At one point in the novel, a character asks Gavin if he’s noticed that “everyone who gets married” is a bit enclosed. There’s Peter, a hairdresser who works with Gavin, and his wife Hazel. They’ve exploded into a frenzy of DIY home improvement and their dreary one-dimensional lives are driven by Peter’s extreme financial planning for a future that looks stunningly miserable. Then there’s Minerva’s parents who are also totally bonkers. Her mother is an alcoholic and her father is a pompous bore. Their marriage, complete with stately home and a creaky old butler, could very well be a long-running stage play as it seems guaranteed that the same lines are rolled out every night. All the marriages/relationships in the novel are bizarre with each partner acting out the roles and the lines they’ve held for years, both dodging and creating domestic explosions as best they can. 

Finally I have to add that some of the most brilliant parts of this wonderful book are Gavin’s scenes with his clients. Some of the clients are sweet, some are nasty, some are sad and some come in and rant their beliefs at Gavin who puts his mind “in neutral.” There’s too much to add here but one of my favourites is Mrs Wagstaffe and her “irritable dachshund Sherry.” She insists on bringing the dog to the hairdresser and there he sits “poised” in his owner’s lap and fends off Gavin.

“Now then, Sherry, good morning, Mrs Wagstaffe,” he said in that order.

“Isn’t he amazing? He never forgets.”

Since Mrs Wagstaffe came in regularity every three weeks to have her iron-grey bob and fringe trimmed, there seems no earthly reason why Sherry should forget, but as a master of petty grievance he would probably remember if she didn’t come in more than once a year. 

“Let him smell you,” invited Mrs Wagstaffe, but Gavin had been had that way.

I’ve said on this blog numerous times that I prefer nasty characters, but Getting it Right is an exception. Gavin is a nice person: kind, considerate, responsible–a good employee, a good friend, a good son, and while ‘nice’ people can be boring to read about, Gavin proves to be an exception. Gavin is given to deep introspective musing about people and relationships, and he is deeply sensitive (too much so) when it comes to the problems of others. This leads to Gavin believing he’s responsible for situations and people when he isn’t. I enjoyed being in Gavin’s head–although I winced a bit when he started his intellectual education of a workmate.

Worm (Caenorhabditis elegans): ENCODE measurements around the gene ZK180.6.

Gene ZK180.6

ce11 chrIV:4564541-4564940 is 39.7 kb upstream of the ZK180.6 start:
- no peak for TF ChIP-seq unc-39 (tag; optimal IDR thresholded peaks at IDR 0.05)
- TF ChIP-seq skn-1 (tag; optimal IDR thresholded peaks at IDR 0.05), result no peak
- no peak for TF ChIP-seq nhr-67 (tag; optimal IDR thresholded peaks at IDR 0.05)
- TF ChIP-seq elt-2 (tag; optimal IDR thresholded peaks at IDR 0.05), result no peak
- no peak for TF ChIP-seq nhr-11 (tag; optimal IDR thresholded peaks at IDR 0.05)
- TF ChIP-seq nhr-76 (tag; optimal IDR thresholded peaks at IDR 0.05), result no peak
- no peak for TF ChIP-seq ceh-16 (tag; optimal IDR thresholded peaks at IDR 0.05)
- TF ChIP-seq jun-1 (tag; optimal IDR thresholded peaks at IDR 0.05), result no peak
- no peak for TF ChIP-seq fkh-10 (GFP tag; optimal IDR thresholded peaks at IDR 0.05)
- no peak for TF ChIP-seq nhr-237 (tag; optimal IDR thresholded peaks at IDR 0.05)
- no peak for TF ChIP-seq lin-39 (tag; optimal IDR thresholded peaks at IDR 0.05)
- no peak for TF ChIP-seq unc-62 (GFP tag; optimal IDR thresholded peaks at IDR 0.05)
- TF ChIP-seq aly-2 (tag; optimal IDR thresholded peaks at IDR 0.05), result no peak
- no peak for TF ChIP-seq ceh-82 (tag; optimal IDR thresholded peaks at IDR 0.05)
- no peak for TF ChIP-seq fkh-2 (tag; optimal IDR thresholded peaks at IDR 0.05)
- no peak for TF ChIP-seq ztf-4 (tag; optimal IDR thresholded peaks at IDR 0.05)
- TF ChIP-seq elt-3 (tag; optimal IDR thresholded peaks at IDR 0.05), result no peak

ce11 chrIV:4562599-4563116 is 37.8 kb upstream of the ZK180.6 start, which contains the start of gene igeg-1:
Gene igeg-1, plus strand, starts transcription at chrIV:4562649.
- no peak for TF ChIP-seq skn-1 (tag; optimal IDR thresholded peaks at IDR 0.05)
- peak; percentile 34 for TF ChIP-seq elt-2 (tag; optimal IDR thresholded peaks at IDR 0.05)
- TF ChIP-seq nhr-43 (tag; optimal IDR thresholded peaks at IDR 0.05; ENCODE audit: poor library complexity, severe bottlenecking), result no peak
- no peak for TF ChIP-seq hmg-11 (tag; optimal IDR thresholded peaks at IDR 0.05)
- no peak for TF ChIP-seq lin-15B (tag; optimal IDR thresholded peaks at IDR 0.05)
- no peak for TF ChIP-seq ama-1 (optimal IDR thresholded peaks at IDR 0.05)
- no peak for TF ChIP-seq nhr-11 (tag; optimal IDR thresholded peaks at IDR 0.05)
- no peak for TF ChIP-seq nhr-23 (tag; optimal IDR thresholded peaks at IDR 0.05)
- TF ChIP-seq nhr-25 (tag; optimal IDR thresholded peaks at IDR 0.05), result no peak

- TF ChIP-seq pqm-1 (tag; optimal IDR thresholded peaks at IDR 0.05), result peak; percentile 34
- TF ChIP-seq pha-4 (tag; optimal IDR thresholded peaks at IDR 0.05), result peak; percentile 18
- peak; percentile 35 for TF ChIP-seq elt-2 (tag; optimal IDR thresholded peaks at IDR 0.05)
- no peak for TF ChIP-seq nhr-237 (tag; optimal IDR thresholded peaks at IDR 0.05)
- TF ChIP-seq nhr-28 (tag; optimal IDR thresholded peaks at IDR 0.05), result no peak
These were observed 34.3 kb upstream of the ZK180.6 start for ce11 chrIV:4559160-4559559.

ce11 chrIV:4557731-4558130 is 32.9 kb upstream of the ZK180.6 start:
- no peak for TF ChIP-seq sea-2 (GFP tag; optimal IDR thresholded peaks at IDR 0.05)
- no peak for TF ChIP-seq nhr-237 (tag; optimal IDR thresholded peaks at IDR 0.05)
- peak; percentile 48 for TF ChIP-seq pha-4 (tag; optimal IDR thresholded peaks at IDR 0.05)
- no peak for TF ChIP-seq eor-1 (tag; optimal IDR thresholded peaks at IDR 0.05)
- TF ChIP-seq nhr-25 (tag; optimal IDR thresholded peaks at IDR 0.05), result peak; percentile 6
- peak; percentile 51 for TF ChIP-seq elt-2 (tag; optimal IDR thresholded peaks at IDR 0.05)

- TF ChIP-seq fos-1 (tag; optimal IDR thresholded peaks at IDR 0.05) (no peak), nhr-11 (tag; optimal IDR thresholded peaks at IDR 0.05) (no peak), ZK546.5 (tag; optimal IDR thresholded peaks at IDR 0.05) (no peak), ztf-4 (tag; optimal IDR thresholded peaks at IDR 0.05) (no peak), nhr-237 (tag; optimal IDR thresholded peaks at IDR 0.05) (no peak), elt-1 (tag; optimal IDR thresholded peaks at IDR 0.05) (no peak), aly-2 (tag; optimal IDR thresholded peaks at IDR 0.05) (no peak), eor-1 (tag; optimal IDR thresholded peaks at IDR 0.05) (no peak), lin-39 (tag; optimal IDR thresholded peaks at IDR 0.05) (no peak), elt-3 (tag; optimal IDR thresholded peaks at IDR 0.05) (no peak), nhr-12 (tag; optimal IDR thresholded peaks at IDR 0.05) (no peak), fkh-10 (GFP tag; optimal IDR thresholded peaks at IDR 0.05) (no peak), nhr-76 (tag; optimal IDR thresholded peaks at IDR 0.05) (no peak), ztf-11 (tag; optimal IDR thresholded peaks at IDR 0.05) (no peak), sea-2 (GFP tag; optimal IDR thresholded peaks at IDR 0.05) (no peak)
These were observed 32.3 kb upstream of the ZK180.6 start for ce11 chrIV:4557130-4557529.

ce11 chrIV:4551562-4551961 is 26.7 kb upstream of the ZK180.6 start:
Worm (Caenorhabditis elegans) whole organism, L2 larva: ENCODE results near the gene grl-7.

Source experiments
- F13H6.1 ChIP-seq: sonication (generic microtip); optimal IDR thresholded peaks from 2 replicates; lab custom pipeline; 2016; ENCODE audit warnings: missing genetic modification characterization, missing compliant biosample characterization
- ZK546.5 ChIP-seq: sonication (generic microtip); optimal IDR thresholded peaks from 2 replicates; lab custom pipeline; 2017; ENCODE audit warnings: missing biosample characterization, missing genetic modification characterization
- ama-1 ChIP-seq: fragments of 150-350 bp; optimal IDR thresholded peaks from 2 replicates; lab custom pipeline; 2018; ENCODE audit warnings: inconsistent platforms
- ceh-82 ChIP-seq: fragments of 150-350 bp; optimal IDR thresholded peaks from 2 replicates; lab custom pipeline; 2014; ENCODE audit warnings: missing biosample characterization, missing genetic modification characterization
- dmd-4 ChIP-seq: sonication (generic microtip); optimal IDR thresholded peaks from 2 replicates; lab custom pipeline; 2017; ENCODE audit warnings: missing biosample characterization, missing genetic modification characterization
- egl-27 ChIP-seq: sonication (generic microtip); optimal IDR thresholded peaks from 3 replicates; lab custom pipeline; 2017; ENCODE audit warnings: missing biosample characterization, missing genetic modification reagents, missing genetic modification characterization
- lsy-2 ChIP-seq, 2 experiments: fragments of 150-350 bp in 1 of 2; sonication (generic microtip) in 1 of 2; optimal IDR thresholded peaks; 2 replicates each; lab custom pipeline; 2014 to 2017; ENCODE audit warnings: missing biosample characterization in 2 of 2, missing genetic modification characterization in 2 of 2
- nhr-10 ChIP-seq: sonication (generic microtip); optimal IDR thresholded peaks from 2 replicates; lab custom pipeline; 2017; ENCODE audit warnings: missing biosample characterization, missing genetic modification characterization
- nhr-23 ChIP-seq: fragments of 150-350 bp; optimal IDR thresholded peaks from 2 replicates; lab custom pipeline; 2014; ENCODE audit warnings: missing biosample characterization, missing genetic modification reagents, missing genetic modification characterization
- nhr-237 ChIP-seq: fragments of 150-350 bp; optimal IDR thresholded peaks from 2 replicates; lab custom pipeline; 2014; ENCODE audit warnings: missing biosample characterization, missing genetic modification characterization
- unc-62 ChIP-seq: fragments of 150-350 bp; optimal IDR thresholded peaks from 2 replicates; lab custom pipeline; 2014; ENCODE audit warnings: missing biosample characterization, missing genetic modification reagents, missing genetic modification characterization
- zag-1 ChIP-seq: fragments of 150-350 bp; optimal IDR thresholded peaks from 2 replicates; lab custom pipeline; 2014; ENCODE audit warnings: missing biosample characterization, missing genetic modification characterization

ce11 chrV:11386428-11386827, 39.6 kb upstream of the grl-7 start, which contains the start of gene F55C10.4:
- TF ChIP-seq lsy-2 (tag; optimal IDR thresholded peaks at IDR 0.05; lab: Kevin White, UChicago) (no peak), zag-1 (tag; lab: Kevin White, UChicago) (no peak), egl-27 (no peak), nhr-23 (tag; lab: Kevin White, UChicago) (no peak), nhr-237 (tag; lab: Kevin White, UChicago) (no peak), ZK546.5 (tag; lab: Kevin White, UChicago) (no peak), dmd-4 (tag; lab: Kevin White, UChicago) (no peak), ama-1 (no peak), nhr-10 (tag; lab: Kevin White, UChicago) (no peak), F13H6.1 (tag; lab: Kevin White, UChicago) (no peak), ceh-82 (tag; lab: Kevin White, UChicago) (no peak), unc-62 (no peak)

Highly, highly recommended. 

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The Sea Change: Elizabeth Jane Howard

“It’s the difference between leading a Jane Austen life and a Tolstoy one.”

Emmanuel Joyce, a famous playwright, half-Irish, half Jewish, his fragile, much younger wife, Lillian, and their faithful ‘fixer,’ Jimmy all live together in various hotels and travel back and forth between Britain and America. Their lives are intertwined in the production of plays-although Lillian, whose only child died decades earlier, isn’t sure just what her purpose is any more. They live out of suitcases, and plunge into social lives in New York and London, and Lillian “whose active ambivalence about Emmanuel’s work nearly drove him crazy at times” actively ignores her husband’s many affairs. Even though this is a pathological situation, the dynamic between the three characters works successfully. Emmanuel alternates between longing for solitude and treating his chronic invalid wife like a china doll, and it’s Jimmy’s multi-tasking job to squire Lillian around when she’s dumped into his hands. Everyone gets along, the system works, but no one ever addresses the pathological aspects of this threesome.

But things shift after a dramatic, unsuccessful  suicide attempt by Emmanuel’s secretary and latest mistress. After the event, Lillian employs, on impulse, a young girl who will accompany them to New York. This young woman, Sarah, has the same name as Lillian’s dead child, and so Emmanuel asks her to call herself Alberta, just to make things easier.

the sea change

‘Alberta’ comes from a large, closely knit, eccentric country family, and she’s the daughter of a vicar. A character who really belongs in a Jane Austen novel, she’s a unique, unpretentious, disarming combination of naiveté and sagaciousness. To work as a secretary for a famous playwright seems a fabulous opportunity, but given the fate of the last secretary, it’s clear that Alberta could unwittingly bring serious trouble into the Joyces’ lives. She’s certainly a catalyst for change.